- Being in the Cast of Listen To Your Mother
- Helping your Child Walk or Bike to School
- Cycling Success Stories Mainly About Women
- Introducing the Durable Human Manifesto
- Meet the DC Cast of Listen To Your Mother
- Replant Native Trees that Turbocharge Nature
- A Prospective Author’s Perspective 2013
- How Free Content Can Boost Book Sales
- Tips for Effective Email Marketing
- Give Some Guidance with that Gadget
Connect With Me on Twitter
Take it from Wolftrap Elementary in Vienna, Virginia, which issued a “BikeWalk Challenge” to see how many families would give their kids a chance to walk and roll.
Jeff Anderson, bike aficionado and Wolftrap parent, turned pied piper on wheels by leading a “bike bus” through the neighborhoods.
Besides being fun, walking and biking boost mental and physical fitness, self-esteem and self-reliance, as Jeff explains in a YouTube video.
Jeff’s efforts paid off. “We had over 230 kids walk and over 50 bike today….which we figured out was more than 50% of the school enrollment,” he is happy to report. Car drop-offs over the week were cut nearly in half.
Of course, kids need to be safe when they bike and walk. A federal program called “Safe Routes to School” has funding for schools which need sidewalks, crosswalks and other infrastructure improvements. As long as someone is willing to do the paperwork (and often that’s a parent), the money is free for the asking.
For cash-strapped schools, providing safe routes has another advantage. Sometimes, simply adding some stripes of paint and a few yards of concrete can clear the way for significant numbers of walkers and completely eliminate the need for costly bus service.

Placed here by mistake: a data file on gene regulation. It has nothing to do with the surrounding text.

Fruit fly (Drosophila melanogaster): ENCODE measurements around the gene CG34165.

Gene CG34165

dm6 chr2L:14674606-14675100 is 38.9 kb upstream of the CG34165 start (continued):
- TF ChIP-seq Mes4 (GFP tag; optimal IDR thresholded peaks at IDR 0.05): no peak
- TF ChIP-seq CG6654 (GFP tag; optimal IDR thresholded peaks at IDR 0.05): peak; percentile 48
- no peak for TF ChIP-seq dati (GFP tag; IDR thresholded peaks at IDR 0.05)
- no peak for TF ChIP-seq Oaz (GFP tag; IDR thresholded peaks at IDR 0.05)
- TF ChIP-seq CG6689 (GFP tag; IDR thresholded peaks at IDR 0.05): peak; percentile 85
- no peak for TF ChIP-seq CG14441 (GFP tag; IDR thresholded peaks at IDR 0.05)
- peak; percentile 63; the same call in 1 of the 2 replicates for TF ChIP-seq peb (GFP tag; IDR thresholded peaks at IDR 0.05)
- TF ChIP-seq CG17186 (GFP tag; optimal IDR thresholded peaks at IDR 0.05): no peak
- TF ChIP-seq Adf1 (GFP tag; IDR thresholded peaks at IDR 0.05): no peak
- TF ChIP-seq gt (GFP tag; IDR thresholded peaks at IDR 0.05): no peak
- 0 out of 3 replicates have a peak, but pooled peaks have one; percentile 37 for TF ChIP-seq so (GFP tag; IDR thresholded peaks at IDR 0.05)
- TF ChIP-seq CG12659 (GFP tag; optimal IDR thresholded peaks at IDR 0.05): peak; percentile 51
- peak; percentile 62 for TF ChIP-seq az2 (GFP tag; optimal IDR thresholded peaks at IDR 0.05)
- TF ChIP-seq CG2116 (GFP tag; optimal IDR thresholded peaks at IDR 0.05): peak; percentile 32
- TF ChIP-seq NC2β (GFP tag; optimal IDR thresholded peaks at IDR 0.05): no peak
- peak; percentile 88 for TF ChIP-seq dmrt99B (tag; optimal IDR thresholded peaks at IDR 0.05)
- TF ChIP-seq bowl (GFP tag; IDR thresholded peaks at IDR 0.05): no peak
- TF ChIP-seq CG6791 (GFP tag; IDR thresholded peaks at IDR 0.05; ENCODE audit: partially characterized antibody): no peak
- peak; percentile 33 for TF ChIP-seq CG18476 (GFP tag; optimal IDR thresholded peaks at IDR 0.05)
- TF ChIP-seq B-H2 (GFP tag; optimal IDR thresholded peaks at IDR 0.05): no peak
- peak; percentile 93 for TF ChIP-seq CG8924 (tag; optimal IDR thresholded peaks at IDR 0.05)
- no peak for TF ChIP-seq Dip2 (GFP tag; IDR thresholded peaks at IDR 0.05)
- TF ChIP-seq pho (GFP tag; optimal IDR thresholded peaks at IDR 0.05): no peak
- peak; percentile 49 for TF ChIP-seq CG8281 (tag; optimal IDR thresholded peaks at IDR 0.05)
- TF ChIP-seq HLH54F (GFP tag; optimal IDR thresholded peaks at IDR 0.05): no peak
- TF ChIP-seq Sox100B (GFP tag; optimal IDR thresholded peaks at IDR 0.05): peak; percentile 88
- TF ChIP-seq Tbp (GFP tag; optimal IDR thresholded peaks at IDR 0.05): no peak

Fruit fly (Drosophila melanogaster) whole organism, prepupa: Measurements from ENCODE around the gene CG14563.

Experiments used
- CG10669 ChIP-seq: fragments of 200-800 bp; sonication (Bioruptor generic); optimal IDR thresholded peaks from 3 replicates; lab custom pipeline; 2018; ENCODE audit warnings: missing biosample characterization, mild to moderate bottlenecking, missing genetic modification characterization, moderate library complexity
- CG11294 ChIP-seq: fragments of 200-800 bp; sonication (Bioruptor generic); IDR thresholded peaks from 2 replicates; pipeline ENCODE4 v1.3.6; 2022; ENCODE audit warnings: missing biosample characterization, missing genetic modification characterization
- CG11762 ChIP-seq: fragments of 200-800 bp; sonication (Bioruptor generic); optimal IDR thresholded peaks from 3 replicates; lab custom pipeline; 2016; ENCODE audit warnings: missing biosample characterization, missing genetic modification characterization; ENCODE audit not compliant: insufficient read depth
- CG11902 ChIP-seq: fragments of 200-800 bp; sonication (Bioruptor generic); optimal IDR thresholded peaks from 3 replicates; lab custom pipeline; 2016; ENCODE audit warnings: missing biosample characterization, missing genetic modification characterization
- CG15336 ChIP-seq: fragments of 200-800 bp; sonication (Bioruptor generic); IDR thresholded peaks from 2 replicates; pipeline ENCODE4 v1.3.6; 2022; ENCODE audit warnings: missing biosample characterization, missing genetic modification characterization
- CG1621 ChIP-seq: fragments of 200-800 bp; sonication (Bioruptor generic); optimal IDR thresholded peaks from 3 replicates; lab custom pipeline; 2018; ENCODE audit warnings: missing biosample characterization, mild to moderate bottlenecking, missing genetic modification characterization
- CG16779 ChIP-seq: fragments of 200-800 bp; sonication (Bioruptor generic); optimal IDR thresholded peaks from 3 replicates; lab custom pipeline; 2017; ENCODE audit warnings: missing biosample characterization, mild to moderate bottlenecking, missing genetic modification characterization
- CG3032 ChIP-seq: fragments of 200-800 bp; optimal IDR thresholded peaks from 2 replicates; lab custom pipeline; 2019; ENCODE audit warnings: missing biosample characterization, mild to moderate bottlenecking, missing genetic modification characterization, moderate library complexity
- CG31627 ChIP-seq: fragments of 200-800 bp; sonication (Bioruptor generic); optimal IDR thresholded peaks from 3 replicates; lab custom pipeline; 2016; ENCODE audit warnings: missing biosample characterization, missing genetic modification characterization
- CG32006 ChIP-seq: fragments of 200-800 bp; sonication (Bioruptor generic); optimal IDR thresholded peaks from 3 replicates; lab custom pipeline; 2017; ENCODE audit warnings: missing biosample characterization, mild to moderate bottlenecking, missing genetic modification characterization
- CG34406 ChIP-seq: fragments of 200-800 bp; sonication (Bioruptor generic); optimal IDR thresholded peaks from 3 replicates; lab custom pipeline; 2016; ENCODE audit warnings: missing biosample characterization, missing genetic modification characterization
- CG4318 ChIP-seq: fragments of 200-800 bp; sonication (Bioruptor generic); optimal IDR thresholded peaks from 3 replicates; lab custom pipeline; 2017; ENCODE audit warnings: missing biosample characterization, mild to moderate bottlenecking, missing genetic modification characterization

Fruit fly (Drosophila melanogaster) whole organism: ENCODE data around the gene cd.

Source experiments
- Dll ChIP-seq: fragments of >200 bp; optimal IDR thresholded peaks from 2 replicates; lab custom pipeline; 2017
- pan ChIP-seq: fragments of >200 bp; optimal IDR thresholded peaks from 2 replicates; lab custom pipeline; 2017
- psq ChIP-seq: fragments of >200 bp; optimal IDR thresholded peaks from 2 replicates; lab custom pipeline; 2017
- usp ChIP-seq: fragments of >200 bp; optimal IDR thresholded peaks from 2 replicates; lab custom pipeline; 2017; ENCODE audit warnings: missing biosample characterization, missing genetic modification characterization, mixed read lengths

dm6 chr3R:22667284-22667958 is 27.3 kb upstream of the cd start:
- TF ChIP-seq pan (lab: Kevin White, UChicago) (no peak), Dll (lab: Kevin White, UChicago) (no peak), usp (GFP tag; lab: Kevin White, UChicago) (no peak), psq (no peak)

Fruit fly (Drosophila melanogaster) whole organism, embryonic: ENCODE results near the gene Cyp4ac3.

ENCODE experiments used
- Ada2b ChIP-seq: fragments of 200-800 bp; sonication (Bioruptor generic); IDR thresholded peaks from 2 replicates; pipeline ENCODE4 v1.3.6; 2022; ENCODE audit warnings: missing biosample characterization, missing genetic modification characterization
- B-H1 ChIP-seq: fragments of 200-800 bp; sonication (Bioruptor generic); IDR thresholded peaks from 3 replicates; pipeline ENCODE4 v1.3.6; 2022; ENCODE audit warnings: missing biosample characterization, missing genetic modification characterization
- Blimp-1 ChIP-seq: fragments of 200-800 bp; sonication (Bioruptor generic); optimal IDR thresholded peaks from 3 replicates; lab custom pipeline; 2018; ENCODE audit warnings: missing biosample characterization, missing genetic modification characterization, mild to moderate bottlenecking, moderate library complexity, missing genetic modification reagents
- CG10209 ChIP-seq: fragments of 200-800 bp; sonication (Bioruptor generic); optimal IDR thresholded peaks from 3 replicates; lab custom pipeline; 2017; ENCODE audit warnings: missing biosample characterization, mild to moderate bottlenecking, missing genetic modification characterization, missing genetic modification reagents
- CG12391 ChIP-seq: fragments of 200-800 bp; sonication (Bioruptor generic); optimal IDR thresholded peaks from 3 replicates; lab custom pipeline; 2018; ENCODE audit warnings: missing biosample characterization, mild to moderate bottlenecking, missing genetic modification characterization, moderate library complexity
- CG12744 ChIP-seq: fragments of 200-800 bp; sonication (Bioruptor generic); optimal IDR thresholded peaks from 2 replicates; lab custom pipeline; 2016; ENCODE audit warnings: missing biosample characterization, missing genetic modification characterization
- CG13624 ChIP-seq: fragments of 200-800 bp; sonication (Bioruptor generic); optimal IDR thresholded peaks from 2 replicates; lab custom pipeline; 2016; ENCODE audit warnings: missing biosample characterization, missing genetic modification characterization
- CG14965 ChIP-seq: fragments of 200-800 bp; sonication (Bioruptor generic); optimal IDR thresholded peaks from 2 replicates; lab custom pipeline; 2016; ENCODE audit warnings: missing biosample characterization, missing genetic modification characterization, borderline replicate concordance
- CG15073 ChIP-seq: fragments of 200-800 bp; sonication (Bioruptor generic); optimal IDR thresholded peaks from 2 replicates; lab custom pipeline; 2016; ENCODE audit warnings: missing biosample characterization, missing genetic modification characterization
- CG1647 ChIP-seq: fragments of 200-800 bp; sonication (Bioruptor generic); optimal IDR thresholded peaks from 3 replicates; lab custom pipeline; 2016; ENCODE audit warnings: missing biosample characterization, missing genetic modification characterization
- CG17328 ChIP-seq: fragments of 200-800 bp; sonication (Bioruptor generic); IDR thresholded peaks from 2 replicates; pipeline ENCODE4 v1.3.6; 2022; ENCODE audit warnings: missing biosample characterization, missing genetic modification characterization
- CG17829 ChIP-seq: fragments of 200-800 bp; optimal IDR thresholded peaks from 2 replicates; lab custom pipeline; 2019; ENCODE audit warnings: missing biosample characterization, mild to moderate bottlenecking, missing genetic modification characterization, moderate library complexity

There were lessons to be learned from Wolftrap’s BikeWalk Challenge. Many families in outlying areas of the school district were unable to take part because there are no sidewalks and it is far too dangerous to dodge cars in the road. But, on the bright side, a Safe Routes project has been discovered.
Adults who once walked or biked to school remember the freedom of getting around on their own. Despite today’s fear-laden society, kids need to spread their wings and get outside whenever they can.
Storied environmental steward Rachel Carson’s words serve as a reminder:
“If I had influence with the good fairy who is supposed to preside over the christening of all children, I should ask that her gift to each child in the world be a sense of wonder so indestructible that it would last throughout life.
Those who contemplate the beauty of the earth find reserves of strength that will endure as long as life lasts.”